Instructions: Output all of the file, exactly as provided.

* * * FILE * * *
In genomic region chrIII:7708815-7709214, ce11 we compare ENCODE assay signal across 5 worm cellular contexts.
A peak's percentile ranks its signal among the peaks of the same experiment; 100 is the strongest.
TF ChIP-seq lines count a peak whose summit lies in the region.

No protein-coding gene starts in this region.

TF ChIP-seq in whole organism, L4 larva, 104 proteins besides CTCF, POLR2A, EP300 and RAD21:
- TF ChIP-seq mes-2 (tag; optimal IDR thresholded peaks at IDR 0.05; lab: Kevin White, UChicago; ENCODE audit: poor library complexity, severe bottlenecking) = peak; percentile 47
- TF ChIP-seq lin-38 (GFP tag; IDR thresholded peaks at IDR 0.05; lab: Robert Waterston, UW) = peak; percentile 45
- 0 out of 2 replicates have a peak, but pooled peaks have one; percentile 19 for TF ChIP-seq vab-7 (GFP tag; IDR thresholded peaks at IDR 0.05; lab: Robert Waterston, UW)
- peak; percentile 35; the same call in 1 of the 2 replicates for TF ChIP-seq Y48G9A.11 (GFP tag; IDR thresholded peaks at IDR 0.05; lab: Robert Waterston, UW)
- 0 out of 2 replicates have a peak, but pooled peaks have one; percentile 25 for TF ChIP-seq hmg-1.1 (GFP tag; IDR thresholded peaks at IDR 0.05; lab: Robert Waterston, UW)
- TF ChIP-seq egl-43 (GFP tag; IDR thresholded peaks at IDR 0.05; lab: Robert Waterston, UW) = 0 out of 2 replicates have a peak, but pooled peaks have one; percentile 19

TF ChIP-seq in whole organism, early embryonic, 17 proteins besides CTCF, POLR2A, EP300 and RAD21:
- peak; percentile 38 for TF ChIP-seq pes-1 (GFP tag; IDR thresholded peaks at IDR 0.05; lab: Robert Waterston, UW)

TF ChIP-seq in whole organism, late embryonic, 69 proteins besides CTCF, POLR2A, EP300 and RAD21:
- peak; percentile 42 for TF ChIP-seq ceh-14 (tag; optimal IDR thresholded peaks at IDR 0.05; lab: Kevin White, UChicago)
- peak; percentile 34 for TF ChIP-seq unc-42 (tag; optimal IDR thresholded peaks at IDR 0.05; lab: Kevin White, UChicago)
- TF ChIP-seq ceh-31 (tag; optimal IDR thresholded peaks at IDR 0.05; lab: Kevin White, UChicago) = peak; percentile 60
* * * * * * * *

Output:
In genomic region chrIII:7708815-7709214, ce11 we compare ENCODE assay signal across 5 worm cellular contexts.
A peak's percentile ranks its signal among the peaks of the same experiment; 100 is the strongest.
TF ChIP-seq lines count a peak whose summit lies in the region.

No protein-coding gene starts in this region.

TF ChIP-seq in whole organism, L4 larva, 104 proteins besides CTCF, POLR2A, EP300 and RAD21:
- TF ChIP-seq mes-2 (tag; optimal IDR thresholded peaks at IDR 0.05; lab: Kevin White, UChicago; ENCODE audit: poor library complexity, severe bottlenecking) = peak; percentile 47
- TF ChIP-seq lin-38 (GFP tag; IDR thresholded peaks at IDR 0.05; lab: Robert Waterston, UW) = peak; percentile 45
- 0 out of 2 replicates have a peak, but pooled peaks have one; percentile 19 for TF ChIP-seq vab-7 (GFP tag; IDR thresholded peaks at IDR 0.05; lab: Robert Waterston, UW)
- peak; percentile 35; the same call in 1 of the 2 replicates for TF ChIP-seq Y48G9A.11 (GFP tag; IDR thresholded peaks at IDR 0.05; lab: Robert Waterston, UW)
- 0 out of 2 replicates have a peak, but pooled peaks have one; percentile 25 for TF ChIP-seq hmg-1.1 (GFP tag; IDR thresholded peaks at IDR 0.05; lab: Robert Waterston, UW)
- TF ChIP-seq egl-43 (GFP tag; IDR thresholded peaks at IDR 0.05; lab: Robert Waterston, UW) = 0 out of 2 replicates have a peak, but pooled peaks have one; percentile 19

TF ChIP-seq in whole organism, early embryonic, 17 proteins besides CTCF, POLR2A, EP300 and RAD21:
- peak; percentile 38 for TF ChIP-seq pes-1 (GFP tag; IDR thresholded peaks at IDR 0.05; lab: Robert Waterston, UW)

TF ChIP-seq in whole organism, late embryonic, 69 proteins besides CTCF, POLR2A, EP300 and RAD21:
- peak; percentile 42 for TF ChIP-seq ceh-14 (tag; optimal IDR thresholded peaks at IDR 0.05; lab: Kevin White, UChicago)
- peak; percentile 34 for TF ChIP-seq unc-42 (tag; optimal IDR thresholded peaks at IDR 0.05; lab: Kevin White, UChicago)
- TF ChIP-seq ceh-31 (tag; optimal IDR thresholded peaks at IDR 0.05; lab: Kevin White, UChicago) = peak; percentile 60